Create a Smartbell with Edge Impulse


Turn your dumbbell into a smartbell with the SAMD21 Machine Learning Evaluation Kit and an embedded ML classifier built in the Edge Impulse Studio.


With the Edge Impulse Studio, it is now easier than ever to develop machine learning solutions that can be deployed on Microchip Arm® Cortex®-based 32-bit microcontrollers and microprocessors. This example will guide you through the process of collecting 6-axis IMU data from the SAMD21 Machine Learning Evaluation Kit, uploading the collected data to the Edge Impulse Studio, creating a custom impulse that can classify the input data, and finally deploying the impulse back to the Machine Learning Evaluation Kit.

See the table below to get an idea of the size and performance of the smartbell application.

Build Parameters ROM Size RAM Size Inference Time
-O2 optimizations, 48MHz Clock ~104kB ~9kB ~379ms (DSP: 369ms, NN: 1ms, Anomaly: 9ms)


Hardware Tools

  • Dumbbell
    • Choose a weight that your are comfortable with
  • Micro USB cable
    • At least 4 ft long to allow for performing exercises while connected
  • Double-sided sticky tape
  • Rubber bands

Software Tools

Note: The ML Partners Plugin and Data Visualizer (DV) are both plugins in MPLAB X and are available to install in the plugins manager.

Exercise Files

 Connection Diagram

SAMD21 ML Evaluation Kit

The IMU click board is connected to the mikroBUS™ socket. Check the pin labels when connecting the boards to ensure that they are connected properly.


Dumbbell Mounting

The kit is mounted on one end of the dumbbell using double-sided sticky tape and rubber bands. The USB cable is tied around the handle to prevent the kit from being pulled off.



Before getting started, be sure to install all the necessary software tools. We will work within MPLAB X and build the project with the XC32 compiler. Both MPLAB DV and the Machine Learning Plugin are available within the plugin update center in MPLAB X. You will also need to sign up for a free account on the Edge Impulse Studio and then create a new project so that you can begin uploading training data.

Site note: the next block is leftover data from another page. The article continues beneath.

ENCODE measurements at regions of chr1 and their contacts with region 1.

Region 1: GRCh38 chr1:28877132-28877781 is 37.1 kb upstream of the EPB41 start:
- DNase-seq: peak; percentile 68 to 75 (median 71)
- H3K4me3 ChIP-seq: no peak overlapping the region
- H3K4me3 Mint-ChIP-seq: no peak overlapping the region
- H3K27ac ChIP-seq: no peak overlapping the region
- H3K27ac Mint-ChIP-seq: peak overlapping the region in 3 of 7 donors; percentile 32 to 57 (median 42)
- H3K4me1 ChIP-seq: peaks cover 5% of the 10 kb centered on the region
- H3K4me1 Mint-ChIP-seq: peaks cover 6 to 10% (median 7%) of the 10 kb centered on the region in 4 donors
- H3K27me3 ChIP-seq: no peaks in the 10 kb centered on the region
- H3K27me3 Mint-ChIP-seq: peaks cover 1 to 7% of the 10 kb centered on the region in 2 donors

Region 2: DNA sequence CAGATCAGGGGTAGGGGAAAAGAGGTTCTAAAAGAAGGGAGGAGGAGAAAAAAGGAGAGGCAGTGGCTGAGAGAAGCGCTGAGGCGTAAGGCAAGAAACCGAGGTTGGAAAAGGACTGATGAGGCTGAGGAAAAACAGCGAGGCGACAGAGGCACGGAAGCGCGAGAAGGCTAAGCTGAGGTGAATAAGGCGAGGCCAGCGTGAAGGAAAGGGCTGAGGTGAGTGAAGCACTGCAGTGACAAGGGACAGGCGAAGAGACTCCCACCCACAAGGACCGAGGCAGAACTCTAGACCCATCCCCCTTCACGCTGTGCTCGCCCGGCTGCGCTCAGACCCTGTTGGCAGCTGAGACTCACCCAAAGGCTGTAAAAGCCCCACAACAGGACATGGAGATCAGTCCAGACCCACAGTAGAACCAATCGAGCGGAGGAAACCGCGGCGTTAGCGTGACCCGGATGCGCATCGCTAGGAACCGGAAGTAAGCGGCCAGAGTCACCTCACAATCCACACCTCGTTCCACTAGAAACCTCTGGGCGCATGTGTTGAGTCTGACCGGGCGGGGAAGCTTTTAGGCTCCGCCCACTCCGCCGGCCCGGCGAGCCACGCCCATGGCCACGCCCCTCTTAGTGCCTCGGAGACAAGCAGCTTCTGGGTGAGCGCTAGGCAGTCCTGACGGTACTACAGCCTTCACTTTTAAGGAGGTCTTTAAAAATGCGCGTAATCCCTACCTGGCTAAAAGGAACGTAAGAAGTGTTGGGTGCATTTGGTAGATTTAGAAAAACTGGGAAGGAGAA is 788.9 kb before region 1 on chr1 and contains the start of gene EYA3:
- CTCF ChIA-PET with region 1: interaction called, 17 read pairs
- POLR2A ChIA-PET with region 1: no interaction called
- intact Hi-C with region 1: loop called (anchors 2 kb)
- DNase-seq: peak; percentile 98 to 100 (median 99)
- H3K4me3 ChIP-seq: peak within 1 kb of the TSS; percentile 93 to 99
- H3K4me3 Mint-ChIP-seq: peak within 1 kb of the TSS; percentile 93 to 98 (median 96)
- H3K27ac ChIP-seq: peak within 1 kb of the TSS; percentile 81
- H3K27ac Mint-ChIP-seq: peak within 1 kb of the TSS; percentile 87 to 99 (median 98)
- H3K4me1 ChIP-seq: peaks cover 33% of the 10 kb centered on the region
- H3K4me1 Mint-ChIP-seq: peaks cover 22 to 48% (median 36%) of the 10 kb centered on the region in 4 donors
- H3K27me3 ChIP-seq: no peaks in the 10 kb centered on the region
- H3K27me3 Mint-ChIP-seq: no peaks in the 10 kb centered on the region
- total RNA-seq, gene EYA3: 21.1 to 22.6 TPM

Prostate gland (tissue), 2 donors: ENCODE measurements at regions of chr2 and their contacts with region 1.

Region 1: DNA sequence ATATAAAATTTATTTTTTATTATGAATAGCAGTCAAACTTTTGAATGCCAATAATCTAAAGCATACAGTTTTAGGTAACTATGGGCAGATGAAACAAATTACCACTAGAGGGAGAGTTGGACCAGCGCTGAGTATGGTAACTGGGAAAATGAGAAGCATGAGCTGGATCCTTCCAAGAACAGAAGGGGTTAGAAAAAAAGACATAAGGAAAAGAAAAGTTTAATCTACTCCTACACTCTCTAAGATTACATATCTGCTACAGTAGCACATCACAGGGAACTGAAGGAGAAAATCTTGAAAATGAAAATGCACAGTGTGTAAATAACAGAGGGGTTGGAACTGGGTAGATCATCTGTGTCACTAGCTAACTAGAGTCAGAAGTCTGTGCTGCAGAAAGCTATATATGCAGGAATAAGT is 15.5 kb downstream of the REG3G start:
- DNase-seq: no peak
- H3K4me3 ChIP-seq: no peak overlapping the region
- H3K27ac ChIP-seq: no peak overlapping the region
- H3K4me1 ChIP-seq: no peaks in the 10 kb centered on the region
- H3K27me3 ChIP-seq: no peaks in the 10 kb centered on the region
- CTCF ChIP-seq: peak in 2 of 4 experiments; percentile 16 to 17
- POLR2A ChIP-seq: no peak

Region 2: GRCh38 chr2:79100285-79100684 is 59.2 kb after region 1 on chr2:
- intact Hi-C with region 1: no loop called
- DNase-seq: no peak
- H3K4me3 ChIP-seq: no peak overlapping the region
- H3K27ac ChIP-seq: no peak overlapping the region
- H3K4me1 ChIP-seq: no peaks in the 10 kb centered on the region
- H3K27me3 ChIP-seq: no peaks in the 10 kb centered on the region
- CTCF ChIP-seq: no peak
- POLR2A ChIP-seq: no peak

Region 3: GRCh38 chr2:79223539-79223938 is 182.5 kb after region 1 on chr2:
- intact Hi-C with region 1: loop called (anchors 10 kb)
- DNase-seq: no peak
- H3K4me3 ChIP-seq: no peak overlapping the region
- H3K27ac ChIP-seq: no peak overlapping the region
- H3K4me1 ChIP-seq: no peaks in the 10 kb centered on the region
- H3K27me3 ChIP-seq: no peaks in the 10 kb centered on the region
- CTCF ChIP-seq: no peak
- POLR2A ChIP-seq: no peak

Note: This guide uses the Bosch version of the SAMD21 ML Kit. The same process can also be followed with the TDK sensor by using the SAMD21_ML_Kit_Datastreamer.X firmware to collect and upload data to the Edge Impulse Studio.

Data Collection

The first step in building a machine learning model is collecting data. This data will be used to train the ML model so that it can recognize different types of exercises. In this example, we will train the model to recognize three exercises.


To begin collecting data, the SAMD21 ML Kit must be programmed with the datastreamer firmware. Download the example project (Smartbell_Edge_Impulse.X) and open it in MPLAB X. Check that the DATA_STREAMER_BUILD flag is set to 1, and then click Make and Program Device.


Next, open MPLAB Data Visualizer and load the workspace found within the downloaded example project (mplab-dv-workspace-6dof-imu-data.json). Be sure that the DGI connection for the SAMD21-IoT WG is disabled. Select the appropriate Serial/CDC Connection for the SAMD21, adjust the Baud Rate to 115200, and then click Apply. To start parsing the serial data, click the Play button.


Navigate to the Variable Streamers tab and select the Serial/CDC Connection as the input for the variable streamer.


You will now see the 6-axis IMU data plotted in the graph.


Now that the data is available in MPLAB Data Visualizer, you are ready to start collecting samples to train a machine learning model. It is best to have at least a few minutes of data for each type of exercise. Begin by performing a few repetitions of one exercise, and then double click the graph in the Time Plot to stop it from scrolling. Fit the region of data corresponding to the exercise within the graph window and then click Mark. This will set the cursors at the boundaries of the window to mark that region for upload to the Edge Impulse Studio.


Next, log in with your Edge Impulse credentials within the ML Partners Plugin to configure the data upload. Select ax, ay, az, gx, gy, and gz as the Data Sources. In the Project field, select the Edge Impulse Studio project that the data will be uploaded to, and select Training as the Data Endpoint.


When configuration is complete, click Upload Data, and then open the Edge Impulse Studio within your browser. Go to the Data acquisition tab to see the uploaded data.

Note: Sensor names should remain consistent within each project in the Edge Impulse Studio. If you are adding more data to a project that already contains data, then be sure to use the same sensor names.